Biliary Trauma Workup

Updated: Jun 09, 2017
  • Author: Frederick Merrill Karrer, MD, FACS; Chief Editor: John Geibel, MD, DSc, MSc, AGAF  more...
  • Print

Imaging Studies

See the list below:

  • Transabdominal sonography is useful to observe perihepatic fluid collections, ascites and/or a dilated biliary tree (intra- and/or extrahepatic).
  • HIDA (Tc 99m - hepatobiliary iminodiacetic acid) scintigraphy may demonstrate leakage from the biliary tree with progressive accumulation of the tracer in the right upper quadrant or throughout the abdomen.
  • Abdominal CT scanning can evaluate the right upper quadrant in blunt abdominal trauma cases and may be helpful in assesses for concomitant hepatic artery injury in the cases of iatrogenic biliary injuries.
  • Endoscopic retrograde cholangiopancreatography (ERCP), in stable patients, is useful for the diagnosis of suspected extrahepatic biliary tract trauma and allows for therapeutic intervention in selected patients.
  • Magnetic resonance cholangiopancreatography (MRCP) has been shown to be useful in detecting pancreaticobiliary injuries after blunt trauma.
  • Percutaneous transhepatic cholangiography may also be indicated for delineation of the anatomy in more complicated cases, particularly in cases with intrahepatic biliary dilation.
  • Intraoperative ultrasonography can provide important information by aiding in localization of occult injuries. However, it is highly operator dependent.
  • Intraoperative cholangiography, if time and patient stability allow, allows for delineation of anatomy and diagnosis of a suspected injury.
  • 99mTc-Mebrofenin hybrid single photon emission tomography-computed tomography (SPECT-CT) has been shown to be highly sensitive and specific for the detection and localization of postoperative and posttraumatic bile leaks. [3]


See the list below:

  • In patients with extrahepatic biliary tract trauma caused by nonoperative mechanisms (eg, thoracoabdominal trauma), diagnostic peritoneal lavage may be useful for detecting bile or nonclotting blood in the peritoneal fluid.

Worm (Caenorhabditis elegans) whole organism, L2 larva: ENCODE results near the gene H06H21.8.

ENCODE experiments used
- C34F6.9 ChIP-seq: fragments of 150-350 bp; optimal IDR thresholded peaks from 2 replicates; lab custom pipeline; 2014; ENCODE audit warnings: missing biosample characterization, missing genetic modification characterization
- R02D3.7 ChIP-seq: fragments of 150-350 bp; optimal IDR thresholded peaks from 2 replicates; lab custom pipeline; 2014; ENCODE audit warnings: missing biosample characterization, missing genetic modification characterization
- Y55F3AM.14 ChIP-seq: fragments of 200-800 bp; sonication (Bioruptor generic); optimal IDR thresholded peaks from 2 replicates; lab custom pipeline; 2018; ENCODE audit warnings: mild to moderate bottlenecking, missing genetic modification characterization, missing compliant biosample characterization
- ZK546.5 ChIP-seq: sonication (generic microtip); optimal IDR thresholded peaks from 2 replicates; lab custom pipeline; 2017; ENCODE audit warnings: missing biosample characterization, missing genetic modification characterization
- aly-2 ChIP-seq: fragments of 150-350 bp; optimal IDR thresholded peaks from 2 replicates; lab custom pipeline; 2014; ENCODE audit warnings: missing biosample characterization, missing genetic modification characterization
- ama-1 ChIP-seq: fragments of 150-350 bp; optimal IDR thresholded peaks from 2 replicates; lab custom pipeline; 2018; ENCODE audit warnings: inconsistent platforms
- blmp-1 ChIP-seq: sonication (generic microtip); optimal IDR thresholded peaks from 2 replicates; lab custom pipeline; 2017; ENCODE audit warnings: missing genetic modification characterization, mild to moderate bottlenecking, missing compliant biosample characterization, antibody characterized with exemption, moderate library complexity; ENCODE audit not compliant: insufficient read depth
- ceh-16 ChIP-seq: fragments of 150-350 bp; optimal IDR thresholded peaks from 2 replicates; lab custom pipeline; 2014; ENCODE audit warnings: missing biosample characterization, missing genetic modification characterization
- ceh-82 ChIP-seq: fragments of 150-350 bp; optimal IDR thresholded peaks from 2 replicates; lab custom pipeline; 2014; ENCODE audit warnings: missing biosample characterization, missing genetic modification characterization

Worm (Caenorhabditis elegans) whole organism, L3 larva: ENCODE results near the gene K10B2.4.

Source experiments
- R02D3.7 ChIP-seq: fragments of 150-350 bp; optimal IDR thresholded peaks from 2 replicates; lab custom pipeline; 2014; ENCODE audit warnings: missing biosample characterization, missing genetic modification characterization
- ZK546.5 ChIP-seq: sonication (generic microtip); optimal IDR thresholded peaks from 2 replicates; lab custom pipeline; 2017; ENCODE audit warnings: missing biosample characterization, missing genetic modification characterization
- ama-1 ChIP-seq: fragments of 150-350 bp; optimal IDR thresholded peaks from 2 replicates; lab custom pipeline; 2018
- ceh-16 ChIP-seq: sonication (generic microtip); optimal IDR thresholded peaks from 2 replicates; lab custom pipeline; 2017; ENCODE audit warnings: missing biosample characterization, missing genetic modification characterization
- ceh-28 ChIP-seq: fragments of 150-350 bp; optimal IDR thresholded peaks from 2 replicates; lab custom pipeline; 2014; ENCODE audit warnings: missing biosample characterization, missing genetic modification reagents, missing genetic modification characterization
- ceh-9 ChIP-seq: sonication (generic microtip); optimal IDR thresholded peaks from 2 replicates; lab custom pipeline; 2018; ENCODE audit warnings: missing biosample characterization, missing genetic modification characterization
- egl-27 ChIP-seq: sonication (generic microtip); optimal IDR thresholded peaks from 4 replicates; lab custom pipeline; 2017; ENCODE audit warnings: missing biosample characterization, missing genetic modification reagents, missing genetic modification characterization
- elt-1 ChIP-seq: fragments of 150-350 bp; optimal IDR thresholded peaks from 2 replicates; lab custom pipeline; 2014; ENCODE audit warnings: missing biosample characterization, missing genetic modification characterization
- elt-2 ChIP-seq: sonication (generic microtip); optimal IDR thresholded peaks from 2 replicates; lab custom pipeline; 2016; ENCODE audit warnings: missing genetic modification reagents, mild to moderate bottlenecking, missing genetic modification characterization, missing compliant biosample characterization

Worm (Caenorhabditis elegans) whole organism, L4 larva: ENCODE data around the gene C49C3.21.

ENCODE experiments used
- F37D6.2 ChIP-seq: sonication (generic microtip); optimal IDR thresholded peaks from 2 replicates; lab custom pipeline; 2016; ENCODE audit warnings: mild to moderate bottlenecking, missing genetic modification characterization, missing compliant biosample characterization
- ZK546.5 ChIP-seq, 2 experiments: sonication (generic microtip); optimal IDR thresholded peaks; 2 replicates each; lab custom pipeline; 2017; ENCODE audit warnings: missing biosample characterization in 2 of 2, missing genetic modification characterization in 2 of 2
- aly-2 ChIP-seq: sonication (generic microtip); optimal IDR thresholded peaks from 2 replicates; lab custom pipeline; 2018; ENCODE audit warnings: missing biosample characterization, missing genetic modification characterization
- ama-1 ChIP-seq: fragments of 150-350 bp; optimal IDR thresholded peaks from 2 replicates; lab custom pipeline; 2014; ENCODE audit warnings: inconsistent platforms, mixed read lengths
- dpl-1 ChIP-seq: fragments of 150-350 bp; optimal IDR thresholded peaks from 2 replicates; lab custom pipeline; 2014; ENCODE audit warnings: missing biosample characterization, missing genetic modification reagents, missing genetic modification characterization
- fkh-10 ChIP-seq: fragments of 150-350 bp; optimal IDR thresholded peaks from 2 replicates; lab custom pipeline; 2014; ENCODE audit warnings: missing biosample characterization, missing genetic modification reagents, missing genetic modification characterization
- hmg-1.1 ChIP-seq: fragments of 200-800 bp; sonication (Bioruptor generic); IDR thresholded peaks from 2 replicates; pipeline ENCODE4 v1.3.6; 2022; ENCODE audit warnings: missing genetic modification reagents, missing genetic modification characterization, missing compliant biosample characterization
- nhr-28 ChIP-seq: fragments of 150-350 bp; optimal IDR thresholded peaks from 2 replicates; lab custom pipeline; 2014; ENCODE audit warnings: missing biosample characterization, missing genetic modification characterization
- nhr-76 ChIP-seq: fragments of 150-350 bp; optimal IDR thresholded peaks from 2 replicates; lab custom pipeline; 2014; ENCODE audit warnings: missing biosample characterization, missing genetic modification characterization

• In patients with possible laparoscopic trauma to the extrahepatic biliary tract, concomitant sphincterotomy of the sphincter of Oddi and possible stenting may be appropriate.


Several injury classification systems have been described for biliary tract trauma. Most of them are in the context of iatrogenic injuries during cholecystectomy and provide a recommended surgical approach for repair. [4]

None of the classification systems is universally accepted, but the classification systems of Bismuth and Strasberg are presently the most widely used.

Table 1. Bismuth's Classification (1982) [5] (Open Table in a new window)

Type Criteria
1 Low common hepatic duct stricture, with a length of the common hepatic duct stump of >2 cm
2 Proximal common hepatic duct stricture, with a hepatic stump length of < 2 cm
3 Hilar stricture, no residual common hepatic duct, but the hepatic ductal confluence is preserved
4 Hilar stricture, with involvement of confluence and loss of communication between right and left hepatic duct
5 Involvement of aberrant right sectorial hepatic duct alone or with concomitant stricture of the common hepatic duct


Table 2. Strasberg's Classification (1995) [5] (Open Table in a new window)

Type Criteria
A Cystic duct leaks or leaks from small ducts in the liver bed
B Occlusion of a part of the biliary tree, almost invariably the aberrant right hepatic ducts
C Transection without ligation of the aberrant right hepatic duct
D Lateral injuries to major bile ducts
E Subdivided as per Bismuth’s classification into E1 to E5

McMahon et al suggested that the type of injury can be subdivided into bile duct laceration, bile duct transection or excision, and bile duct stricture. The level of stricture may be further graded by Bismuth's classification and also makes a distinction on the size of the duct (major vs minor).

Table 3. Definition of Major and Minor Bile Duct Injures by McMahon et al (1995) [5] (Open Table in a new window)

Type of Injury Criteria
Major bile duct injury

(at least one of the following present)

Laceration >25% of bile duct diameter

Transection of common hepatic duct or common bile duct

Development of postoperative bile duct stricture

Minor bile duct injury Laceration of common bile duct < 25% of diameter

Laceration of cystic-common bile duct junction ("buttonhole tear")

More comprehensive classification systems have been described; some of them include various types of laparoscopic extrahepatic bile duct injuries and cover the whole spectrum of possible lesions.

Table 4. Summary of Additional Classification Systems [5] (Open Table in a new window)

Classification System Year Types
Amsterdam Academic Medical Center’s classification 1996 A-D
Neuhaus’ classification 2000 A-E
Csendes’ classification 2001 I-IV
Stewart-Way’s classification of laparoscopic bile duct injuries 2004 I-IV
Chinese University of Hong Kong (CUHK) classification 2007 1-5